The school year is just around the corner for 10-year-old Emmy Cartwright.
That means a whole new group of teachers to train and rounds to the doctor for the girl and her mom, Helen.
The fifth-grader at a Chandler charter school was born deaf and wears a cochlear implant. Two years ago, she was diagnosed with diabetes. Last year, she learned she has celiac disease, a condition in which her body can't process gluten - which is in many foods, such as bread.
"We just did our endocrinologist appointment to make sure her levels were all in check," Helen Cartwright said. The endocrinologist also checked to make sure Emmy's insulin pump is providing the right dosage to address her diabetes.
Going to school for some East Valley children isn't as simple as picking up a backpack and heading out the door. For those with medical conditions - from asthma to food allergies to diabetes and celiac disease - it may mean providing the school with medications, equipment and, as in Emmy's case, training.
Cartwright said she will send backup equipment for Emmy's cochlear implant (which assists with her hearing) to school, as well as a bag of gluten-free snacks should Emmy need something to eat due to a low blood sugar issue. She will also sit down with all her daughter's teachers.
"All teachers are trained in diabetes, but not necessarily Emmy's reactions," she said. Cartwright will let them know what it looks like if Emmy's blood sugar levels are high or low and what needs to be done. In addition to her insulin pump, Emmy has a syringe at school that can deliver glucose.
"I'll meet with all the teachers she comes in contact with: P.E., Spanish, library, everybody," her mother said.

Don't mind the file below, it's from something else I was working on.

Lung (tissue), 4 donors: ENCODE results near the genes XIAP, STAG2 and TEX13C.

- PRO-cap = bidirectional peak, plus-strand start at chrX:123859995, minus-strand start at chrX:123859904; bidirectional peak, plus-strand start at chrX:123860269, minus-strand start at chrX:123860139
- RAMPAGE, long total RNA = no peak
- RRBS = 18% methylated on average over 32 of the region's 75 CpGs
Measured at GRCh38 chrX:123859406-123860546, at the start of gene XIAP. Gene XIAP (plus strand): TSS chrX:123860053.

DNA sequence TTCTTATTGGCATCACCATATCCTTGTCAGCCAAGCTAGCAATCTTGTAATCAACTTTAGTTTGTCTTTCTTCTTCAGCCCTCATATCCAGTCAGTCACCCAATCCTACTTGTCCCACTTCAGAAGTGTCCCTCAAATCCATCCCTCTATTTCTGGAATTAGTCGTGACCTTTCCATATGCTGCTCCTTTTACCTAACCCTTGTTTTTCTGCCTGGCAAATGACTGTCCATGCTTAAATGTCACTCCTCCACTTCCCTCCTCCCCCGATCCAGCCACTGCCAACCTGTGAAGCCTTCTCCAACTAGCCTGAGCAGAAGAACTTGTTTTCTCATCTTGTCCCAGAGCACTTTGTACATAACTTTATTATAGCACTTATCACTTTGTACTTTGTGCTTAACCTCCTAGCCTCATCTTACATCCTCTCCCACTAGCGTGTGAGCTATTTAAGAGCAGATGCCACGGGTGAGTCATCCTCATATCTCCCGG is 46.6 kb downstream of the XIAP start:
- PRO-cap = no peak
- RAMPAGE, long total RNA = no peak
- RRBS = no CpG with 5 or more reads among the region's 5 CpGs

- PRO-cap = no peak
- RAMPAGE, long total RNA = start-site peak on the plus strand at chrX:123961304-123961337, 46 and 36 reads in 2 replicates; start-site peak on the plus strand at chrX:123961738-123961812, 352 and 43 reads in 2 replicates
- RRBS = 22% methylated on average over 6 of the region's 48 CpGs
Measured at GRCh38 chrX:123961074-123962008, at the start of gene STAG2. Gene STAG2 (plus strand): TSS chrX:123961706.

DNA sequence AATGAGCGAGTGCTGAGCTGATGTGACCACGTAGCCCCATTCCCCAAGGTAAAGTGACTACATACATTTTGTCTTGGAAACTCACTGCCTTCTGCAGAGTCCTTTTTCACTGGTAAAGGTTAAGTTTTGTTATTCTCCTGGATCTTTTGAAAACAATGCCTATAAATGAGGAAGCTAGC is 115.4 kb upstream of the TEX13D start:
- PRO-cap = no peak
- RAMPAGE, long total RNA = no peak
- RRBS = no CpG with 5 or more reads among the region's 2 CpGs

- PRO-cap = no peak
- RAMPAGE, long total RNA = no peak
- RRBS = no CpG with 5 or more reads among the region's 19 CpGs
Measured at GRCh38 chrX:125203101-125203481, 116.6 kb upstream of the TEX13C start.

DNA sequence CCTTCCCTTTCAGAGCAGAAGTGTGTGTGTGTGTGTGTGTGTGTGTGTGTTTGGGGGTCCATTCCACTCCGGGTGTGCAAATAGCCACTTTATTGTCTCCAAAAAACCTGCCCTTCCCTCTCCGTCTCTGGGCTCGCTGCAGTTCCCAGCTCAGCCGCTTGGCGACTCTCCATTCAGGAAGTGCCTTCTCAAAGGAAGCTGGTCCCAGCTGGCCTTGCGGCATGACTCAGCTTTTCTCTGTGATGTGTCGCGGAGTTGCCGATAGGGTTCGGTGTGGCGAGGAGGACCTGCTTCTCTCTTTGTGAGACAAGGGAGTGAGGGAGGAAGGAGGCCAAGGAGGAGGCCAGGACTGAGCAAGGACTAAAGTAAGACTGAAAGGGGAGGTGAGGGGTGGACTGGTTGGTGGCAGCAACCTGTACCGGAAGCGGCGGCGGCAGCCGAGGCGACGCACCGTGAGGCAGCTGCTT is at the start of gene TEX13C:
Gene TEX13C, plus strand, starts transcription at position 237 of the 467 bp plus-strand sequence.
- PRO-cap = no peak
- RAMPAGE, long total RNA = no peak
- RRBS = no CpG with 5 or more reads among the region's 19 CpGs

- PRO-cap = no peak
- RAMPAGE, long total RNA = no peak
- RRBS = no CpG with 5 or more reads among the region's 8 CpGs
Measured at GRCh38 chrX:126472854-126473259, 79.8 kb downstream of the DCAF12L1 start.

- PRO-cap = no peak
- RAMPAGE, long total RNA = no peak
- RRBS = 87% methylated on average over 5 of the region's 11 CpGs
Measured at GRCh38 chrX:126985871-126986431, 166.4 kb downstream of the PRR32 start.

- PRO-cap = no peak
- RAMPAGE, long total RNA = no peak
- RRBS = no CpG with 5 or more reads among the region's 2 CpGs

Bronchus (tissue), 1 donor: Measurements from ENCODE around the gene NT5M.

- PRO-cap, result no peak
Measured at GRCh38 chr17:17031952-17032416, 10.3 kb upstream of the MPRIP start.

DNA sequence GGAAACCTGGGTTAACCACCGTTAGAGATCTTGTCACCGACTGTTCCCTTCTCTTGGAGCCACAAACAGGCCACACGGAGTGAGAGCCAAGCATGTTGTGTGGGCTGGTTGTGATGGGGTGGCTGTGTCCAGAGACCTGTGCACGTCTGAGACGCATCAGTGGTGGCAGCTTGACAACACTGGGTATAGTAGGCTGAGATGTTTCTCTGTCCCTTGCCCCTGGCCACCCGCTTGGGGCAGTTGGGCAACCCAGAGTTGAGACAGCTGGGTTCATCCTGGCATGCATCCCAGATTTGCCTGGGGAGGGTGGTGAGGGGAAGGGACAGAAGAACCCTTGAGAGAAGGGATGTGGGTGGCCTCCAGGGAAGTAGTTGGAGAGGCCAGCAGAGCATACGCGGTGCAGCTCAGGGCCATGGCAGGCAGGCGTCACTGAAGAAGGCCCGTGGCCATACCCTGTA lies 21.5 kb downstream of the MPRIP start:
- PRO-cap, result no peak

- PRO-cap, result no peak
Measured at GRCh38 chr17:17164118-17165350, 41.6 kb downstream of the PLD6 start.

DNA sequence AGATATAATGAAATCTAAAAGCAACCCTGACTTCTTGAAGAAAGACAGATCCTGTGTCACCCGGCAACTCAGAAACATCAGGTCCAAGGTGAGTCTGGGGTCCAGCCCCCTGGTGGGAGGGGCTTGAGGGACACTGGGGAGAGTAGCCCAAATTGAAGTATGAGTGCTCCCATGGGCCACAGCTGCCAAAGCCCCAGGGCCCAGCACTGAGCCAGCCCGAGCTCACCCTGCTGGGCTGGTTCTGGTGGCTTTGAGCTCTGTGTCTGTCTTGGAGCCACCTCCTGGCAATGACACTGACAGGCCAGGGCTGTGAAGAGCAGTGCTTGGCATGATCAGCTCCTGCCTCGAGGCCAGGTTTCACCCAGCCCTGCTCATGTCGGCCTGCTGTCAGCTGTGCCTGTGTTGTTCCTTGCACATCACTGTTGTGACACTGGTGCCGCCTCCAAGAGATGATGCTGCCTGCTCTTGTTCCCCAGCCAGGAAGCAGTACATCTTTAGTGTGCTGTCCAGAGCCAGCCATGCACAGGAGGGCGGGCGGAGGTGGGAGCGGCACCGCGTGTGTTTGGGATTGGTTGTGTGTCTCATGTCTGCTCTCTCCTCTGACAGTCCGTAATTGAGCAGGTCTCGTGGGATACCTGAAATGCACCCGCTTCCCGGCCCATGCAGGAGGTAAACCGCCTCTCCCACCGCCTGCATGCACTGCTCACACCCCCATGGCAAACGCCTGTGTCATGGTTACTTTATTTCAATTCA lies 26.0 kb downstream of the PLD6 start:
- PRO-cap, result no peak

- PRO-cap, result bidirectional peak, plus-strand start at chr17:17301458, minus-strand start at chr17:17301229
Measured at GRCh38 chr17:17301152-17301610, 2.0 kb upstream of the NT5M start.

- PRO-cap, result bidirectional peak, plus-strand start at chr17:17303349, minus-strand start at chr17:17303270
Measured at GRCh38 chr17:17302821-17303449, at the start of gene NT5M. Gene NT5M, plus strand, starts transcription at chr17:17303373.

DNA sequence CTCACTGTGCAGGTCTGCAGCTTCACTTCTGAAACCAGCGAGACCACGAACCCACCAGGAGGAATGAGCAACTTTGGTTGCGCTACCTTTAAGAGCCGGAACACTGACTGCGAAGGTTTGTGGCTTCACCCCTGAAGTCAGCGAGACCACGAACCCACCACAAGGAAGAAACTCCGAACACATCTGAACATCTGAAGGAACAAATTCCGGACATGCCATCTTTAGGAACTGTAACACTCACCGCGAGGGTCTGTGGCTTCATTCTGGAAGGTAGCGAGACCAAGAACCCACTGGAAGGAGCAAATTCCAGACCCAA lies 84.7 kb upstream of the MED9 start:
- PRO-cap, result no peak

Nadine Miller, director of health services for Mesa Unified School District, said there are "quite a few kids" with medical conditions such as asthma or diabetes. Some - especially younger children - may need more assistance at school checking blood sugar levels or knowing when they need to reach for an inhaler.
Parents need to take several steps to get ready for classes to begin, Miller said, including getting doctors' orders, delivering needed equipment to school (such as inhalers) and making sure medications haven't expired. Parents should meet with nurses and teachers right away or even before school starts to make sure a child's needs are met or to provide training if there are special concerns.
"We usually train multiple people ... to see that their care is managed each day at school," Miller said.
If a child has food sensitivities for any reason, and he or she wants to eat meals provided by the school, it's important to talk to the cafeteria manager about options as well as how food is prepared, said Dr. Swati Kolpuru, a pediatric gastroenterologist with Cardon Children's Medical Center in Mesa.
"It's very important that parents have a conversation with the people in the cafeteria," Kolpuru said. "A lot of people may not know small crumbs can be dangerous with kids who have celiac disease. If they're providing gluten free items, parents need to ask how the cooking is done. Is the same grill used (as non gluten-free items)? The same tools? If so, then no, it's not gluten free."
It is possible, Kolpuru said, for children to eat at school if parents are proactive.
Miller said it all boils down to keeping everyone informed about any health or medical condition a student may be facing.
"We just need to have good communication with the parents and the physician," she said.